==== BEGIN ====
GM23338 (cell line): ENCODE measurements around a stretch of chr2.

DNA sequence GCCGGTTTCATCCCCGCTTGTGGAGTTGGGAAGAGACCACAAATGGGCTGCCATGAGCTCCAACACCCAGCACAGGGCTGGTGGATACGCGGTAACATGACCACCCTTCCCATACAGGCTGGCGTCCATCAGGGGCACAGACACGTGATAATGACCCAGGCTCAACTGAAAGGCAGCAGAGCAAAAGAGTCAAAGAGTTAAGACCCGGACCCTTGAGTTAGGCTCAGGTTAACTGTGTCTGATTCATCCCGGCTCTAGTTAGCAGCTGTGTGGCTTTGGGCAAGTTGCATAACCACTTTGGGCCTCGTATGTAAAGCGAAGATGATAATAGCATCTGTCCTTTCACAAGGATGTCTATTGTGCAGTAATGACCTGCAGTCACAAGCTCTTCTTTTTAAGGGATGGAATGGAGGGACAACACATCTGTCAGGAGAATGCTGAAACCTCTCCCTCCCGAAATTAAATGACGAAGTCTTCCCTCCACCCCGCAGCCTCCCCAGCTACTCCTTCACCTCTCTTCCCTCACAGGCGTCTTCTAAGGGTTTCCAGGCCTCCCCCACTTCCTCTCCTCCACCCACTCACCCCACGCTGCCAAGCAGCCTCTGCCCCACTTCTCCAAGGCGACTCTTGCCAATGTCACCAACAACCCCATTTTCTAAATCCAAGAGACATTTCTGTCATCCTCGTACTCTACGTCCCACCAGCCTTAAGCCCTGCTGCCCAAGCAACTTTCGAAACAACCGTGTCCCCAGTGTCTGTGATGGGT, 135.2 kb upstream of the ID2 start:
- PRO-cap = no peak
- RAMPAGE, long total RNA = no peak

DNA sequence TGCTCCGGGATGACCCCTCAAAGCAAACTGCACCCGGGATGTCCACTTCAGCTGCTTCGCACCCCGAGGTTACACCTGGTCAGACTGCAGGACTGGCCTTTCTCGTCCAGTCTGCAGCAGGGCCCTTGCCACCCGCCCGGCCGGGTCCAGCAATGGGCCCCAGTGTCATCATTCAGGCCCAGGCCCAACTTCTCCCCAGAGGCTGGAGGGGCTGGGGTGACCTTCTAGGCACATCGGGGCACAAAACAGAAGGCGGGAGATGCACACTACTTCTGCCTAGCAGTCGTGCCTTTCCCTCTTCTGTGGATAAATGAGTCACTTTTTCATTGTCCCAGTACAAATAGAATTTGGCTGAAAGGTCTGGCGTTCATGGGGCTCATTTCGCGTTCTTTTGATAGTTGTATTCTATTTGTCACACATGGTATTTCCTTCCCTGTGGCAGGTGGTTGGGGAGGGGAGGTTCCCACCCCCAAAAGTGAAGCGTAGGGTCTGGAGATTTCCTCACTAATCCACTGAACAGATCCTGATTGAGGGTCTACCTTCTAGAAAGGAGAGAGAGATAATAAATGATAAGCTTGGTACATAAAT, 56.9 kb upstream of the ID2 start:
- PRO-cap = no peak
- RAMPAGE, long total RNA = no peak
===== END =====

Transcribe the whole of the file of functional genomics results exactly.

GM23338 (cell line): ENCODE measurements around a stretch of chr2.

DNA sequence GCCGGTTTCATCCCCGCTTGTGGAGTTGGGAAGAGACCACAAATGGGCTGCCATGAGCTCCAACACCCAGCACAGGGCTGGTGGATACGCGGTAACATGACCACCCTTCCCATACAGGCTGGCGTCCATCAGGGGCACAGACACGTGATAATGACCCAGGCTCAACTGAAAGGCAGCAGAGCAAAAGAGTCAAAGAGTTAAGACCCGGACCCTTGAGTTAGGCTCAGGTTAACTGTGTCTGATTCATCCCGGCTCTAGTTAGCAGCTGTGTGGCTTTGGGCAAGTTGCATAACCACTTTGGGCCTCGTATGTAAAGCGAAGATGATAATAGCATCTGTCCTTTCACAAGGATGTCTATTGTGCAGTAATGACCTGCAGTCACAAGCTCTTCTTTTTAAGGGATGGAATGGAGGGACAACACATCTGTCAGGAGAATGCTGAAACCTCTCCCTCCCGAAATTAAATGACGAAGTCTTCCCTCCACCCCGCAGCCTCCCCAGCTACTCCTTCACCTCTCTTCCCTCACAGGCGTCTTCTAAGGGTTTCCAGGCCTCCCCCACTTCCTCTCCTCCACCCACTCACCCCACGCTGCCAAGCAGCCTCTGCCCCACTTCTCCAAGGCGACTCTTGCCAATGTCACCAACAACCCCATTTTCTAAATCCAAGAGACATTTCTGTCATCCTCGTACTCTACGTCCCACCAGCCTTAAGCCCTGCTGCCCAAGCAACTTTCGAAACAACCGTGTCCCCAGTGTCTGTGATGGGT, 135.2 kb upstream of the ID2 start:
- PRO-cap = no peak
- RAMPAGE, long total RNA = no peak

DNA sequence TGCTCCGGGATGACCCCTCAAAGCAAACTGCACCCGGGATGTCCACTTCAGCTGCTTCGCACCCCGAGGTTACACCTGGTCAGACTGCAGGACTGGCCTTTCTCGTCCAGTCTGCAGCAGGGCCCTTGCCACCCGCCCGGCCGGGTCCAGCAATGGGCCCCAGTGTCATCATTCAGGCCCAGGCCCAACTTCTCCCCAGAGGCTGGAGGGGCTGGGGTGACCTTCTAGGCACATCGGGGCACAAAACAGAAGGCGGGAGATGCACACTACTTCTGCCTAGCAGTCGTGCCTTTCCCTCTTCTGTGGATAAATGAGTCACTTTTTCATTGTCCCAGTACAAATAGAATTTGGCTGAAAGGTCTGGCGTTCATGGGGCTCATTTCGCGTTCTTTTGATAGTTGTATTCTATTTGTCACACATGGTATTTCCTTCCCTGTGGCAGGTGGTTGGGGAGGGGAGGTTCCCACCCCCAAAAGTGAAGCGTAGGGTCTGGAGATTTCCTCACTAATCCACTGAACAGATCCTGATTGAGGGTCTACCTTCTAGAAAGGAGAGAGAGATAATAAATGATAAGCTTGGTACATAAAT, 56.9 kb upstream of the ID2 start:
- PRO-cap = no peak
- RAMPAGE, long total RNA = no peak